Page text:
Training about knowledge visualization, knowledge sharing.

Graz, Austria – 16th December – 18th December 2020 (online)

Best practice exchange in the field of professional development of adult educators.

London (UK) April 27th – April 29th 2021

1. Topic

Using theatre to foster inclusion and integration.

2. Description

The aim of this workshop was to give participants an overview of how theatre can be used in adult education, especially in contexts with disadvantaged groups such as migrants, asylum seekers and refugees.

Through the workshop participants explored a different set of techniques ranging from warm up exercises, improvisation, mirroring, space and time, storytelling, acting, and others, mainly used in contexts to help self expression and boost confidence.

During the workshop we looked at different authors such as:

–        Augusto Boal

–        Anne Bogart

–        Jerzy Grotowsky

–        Sanford Meisner

–        Peter Brooq

–        Jacques Lecoq

3. Objectives

To learn how to use theatre in education of adults especially from disadvantaged backgrounds, to favour self expression, boost confidence, and improve learning outcomes.

To learn specific theatre techniques that can be used in formal and informal learning contexts

4. Results

Tangible: acquisition of new methods and techniques

Intangible: realising the potential that theatre can have if used in adult education contexts, to support learning processes, help self expression and improve confidence





The Rainbow of Desire

Games for Actors and non actors

Theatre of the Oppressed


Mirror (with words) (with body)


Meet and transform gesture (you can add dialogue)


The machine


Viewpoints techniques can be easily adapted for community learners. They are particularly good for facilitators working with migrants, refugees, people with learning disability etc. It’s a totally physical approach to ensemble building and team work. ALL exercises can be simplified to make them less intense. What counts is the TEAM BUILDING and working as a group



Towards a poor theatre

“Poor Theatre” places emphasis on the physical skill of the performer and uses props for transformation into other objects, sometimes of great significance. The focus is on Space & Actor-Audience Relationship

●     traditional theatre spaces are ignored in preference for rooms and buildings

●     little need for a traditional stage dedicated to acting or a purpose-built theatre

●     Intense exploration of the relationship between participant and spectator

●     his aim was to eliminate the division between actor and audience, creating a communion between the two

“Grotowski’s method is positively valued by pre-adolescents and improves acceptance towards the others” by Stella Conte, Gioia Cambiaggio, Ghiani Carla, and Buffa Margherita,it%20(Richards%2C%201995).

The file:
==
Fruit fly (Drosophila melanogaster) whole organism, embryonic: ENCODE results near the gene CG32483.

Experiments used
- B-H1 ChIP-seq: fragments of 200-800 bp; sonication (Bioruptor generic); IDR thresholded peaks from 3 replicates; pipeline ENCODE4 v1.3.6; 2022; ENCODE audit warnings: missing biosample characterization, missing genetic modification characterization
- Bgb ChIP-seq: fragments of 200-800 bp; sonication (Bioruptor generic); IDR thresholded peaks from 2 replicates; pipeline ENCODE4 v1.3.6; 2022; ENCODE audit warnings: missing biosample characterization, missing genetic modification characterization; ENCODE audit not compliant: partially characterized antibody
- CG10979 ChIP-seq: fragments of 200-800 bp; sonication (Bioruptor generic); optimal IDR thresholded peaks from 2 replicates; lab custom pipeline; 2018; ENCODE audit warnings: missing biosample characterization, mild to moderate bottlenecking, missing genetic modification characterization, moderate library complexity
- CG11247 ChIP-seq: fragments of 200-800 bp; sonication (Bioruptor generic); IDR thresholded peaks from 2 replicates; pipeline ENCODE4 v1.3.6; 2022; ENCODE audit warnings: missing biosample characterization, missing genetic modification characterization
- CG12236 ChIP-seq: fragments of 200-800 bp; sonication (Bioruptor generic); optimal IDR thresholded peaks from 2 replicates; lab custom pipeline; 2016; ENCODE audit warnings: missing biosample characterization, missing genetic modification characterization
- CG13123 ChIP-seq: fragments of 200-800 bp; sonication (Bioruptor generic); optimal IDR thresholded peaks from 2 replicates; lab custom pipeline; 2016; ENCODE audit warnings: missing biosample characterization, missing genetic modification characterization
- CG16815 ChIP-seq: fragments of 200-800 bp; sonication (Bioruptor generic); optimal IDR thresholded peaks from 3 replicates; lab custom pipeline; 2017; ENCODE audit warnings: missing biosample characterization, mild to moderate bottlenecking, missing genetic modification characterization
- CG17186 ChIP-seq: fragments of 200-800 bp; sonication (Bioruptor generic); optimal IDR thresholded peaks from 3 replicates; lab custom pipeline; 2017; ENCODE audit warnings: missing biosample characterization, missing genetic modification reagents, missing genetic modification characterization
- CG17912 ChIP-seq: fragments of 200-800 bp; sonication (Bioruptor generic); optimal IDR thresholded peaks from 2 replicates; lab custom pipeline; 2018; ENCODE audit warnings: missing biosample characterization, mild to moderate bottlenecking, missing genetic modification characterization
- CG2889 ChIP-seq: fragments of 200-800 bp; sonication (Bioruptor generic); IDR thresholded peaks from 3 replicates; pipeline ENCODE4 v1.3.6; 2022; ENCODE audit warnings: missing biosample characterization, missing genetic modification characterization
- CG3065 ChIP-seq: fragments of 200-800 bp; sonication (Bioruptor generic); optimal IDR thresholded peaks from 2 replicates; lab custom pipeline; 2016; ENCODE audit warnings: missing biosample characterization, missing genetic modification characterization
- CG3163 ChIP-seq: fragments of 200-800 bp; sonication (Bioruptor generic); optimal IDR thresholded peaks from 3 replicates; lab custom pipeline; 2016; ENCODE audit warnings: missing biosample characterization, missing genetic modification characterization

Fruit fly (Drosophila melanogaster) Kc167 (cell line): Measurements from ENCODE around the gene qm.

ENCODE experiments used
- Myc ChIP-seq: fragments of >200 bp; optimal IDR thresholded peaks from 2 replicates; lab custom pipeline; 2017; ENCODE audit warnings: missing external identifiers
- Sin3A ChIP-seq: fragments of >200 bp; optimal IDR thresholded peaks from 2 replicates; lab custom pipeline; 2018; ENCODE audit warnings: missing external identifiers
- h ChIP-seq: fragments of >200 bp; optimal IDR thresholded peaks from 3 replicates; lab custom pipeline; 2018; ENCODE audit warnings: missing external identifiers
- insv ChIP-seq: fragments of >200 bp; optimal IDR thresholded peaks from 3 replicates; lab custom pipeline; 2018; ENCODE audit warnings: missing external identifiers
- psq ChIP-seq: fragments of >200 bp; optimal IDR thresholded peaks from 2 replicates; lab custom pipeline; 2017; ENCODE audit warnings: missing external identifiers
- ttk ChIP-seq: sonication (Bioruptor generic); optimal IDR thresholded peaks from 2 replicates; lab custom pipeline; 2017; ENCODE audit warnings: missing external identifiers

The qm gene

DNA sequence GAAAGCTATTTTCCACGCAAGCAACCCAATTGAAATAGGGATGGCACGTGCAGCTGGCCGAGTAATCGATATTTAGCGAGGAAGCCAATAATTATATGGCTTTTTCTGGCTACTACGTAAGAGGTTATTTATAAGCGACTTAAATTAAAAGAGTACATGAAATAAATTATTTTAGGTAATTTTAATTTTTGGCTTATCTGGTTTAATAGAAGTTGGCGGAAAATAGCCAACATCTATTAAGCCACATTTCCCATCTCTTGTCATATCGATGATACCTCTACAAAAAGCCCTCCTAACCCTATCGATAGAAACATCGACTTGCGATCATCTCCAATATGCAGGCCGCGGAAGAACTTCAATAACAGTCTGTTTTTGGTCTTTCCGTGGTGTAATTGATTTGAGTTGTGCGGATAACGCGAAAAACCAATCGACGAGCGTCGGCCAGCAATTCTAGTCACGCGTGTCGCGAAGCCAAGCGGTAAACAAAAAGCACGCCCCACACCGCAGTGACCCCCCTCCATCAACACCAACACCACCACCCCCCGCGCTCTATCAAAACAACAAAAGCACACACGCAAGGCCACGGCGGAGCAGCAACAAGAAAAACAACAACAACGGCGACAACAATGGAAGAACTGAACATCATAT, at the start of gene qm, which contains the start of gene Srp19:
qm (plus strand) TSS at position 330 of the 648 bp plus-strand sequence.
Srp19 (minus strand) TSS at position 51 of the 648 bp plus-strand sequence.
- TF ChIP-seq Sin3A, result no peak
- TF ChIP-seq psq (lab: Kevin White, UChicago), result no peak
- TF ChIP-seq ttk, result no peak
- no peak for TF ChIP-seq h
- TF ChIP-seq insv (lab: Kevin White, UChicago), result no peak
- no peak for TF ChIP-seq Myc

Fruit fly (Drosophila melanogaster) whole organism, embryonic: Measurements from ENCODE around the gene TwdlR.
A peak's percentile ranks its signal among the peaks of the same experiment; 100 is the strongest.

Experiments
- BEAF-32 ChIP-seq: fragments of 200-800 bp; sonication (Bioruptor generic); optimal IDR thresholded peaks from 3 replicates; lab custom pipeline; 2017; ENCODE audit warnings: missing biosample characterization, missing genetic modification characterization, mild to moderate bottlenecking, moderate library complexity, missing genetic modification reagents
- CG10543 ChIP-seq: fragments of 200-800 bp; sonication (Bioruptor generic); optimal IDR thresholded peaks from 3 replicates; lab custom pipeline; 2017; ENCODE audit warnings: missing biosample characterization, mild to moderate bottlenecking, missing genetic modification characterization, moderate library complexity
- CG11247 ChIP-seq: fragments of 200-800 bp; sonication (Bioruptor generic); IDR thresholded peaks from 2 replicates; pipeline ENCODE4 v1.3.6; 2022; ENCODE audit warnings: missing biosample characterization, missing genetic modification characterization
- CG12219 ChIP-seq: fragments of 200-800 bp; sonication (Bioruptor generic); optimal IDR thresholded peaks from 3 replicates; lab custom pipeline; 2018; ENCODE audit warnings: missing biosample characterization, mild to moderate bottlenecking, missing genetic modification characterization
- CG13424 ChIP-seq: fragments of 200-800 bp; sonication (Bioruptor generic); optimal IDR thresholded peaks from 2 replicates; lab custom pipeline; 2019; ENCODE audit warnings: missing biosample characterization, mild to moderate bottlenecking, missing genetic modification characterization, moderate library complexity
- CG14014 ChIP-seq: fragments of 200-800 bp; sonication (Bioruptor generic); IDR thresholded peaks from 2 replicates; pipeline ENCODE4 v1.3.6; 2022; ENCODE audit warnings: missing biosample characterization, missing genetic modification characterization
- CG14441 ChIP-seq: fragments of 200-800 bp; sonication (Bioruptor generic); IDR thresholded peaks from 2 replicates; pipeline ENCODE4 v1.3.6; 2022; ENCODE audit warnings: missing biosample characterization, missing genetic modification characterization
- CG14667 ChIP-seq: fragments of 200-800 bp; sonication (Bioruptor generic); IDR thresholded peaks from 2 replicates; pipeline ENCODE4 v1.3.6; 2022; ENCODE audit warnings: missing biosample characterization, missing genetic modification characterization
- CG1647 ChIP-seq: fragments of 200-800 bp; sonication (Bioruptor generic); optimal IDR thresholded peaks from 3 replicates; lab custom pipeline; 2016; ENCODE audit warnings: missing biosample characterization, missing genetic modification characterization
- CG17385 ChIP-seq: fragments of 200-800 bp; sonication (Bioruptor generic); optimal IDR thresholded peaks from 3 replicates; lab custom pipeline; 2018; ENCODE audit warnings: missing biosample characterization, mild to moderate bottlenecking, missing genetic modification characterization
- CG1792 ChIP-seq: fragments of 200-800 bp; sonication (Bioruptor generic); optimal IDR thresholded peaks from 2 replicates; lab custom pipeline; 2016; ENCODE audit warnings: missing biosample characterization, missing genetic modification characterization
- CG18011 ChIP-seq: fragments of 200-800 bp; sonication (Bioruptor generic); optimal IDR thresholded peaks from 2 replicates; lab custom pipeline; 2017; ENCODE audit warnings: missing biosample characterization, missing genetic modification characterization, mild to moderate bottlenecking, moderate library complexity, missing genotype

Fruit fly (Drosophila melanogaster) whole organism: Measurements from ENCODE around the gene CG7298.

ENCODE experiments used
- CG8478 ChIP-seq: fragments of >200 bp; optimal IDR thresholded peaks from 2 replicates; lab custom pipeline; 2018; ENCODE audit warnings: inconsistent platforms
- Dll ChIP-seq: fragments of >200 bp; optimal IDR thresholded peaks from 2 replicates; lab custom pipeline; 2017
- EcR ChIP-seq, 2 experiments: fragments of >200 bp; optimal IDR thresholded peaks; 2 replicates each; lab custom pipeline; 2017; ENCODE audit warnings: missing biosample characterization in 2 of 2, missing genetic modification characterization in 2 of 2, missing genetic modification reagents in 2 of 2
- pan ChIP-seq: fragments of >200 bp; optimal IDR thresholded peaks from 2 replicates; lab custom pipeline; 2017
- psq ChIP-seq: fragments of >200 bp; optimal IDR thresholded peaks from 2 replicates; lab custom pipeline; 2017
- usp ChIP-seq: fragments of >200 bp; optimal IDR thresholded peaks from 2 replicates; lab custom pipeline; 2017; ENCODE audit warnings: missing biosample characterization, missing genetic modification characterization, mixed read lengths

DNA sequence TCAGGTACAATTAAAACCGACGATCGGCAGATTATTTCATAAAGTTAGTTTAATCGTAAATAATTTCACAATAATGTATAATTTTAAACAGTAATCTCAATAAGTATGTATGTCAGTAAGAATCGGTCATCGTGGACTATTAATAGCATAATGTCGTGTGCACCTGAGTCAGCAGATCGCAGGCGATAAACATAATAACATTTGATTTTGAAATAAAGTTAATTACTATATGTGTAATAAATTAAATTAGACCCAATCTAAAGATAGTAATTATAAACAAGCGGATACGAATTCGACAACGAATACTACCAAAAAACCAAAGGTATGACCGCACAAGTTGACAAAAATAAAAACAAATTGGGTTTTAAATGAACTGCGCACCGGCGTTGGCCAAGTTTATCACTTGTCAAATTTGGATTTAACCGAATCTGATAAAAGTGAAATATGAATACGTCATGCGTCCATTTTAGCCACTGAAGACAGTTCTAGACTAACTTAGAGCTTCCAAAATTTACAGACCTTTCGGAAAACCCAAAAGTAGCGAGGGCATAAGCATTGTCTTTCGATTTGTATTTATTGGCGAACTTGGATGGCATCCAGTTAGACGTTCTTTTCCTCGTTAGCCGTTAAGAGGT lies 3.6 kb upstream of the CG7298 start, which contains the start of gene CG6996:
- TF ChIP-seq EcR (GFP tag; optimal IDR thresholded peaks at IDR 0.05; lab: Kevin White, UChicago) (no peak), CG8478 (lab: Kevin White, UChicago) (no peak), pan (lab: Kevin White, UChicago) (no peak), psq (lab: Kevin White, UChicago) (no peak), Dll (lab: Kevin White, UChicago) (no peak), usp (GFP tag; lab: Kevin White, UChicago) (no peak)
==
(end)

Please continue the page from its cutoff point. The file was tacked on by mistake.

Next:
Four elements breathing

Breathing and speaking 


Five things, count to 21, firing line, categories (you can skip the first exercise in the video. This is great for language and people can compete )

 Improv with made up words

Improv Warmups and exercised


On Acting

The Power of Relationship: Sanford Meisner and Psychotherapy

But what does it all mean for a non-actor? By Jo Adentuji’s%20%22method%22%20relies%20heavily%20on,then%20use%20during%20a%20performance.


More articles and resources


The Empty Space

Making Meaningful Theater in the Empty Space

Joseph M. Shosh and Jennifer A. Wescoe

The English Journal

Vol. 96, No. 5 (May, 2007), pp. 42-47 (6 pages)

Published By: National Council of Teachers of English 


The moving body

Seven States of Tension



1. Topic

Using photography and video making in adult education

2. Description

This workshop provides an overview of the main concepts related with the use of photography and video making in adult education, the benefits that may stem from using them, as well as giving a quick look at the main technical aspects related to both disciplines.

3. Objectives

To look at how photography and video making can be integrated in formal and informal adult education contexts.

To look at technical aspects related to how to: use of devices, composition, editing, script writing, storytelling, etc.


4. Results

Tangible: acquisition of new methods and techniques.

Intangible: realising the potential that photography and video making can have if used in adult education contexts, to support learning processes, help self expression and improve confidence.


Full presentation:

Other relevant links: – Free resource for film and digital media production

DSLR Camera Shutter/Aperture/Iso:

Video tutorial for beginners:

Determining video marketing objectives:



Photo Gallery

Photos from virtual seminar.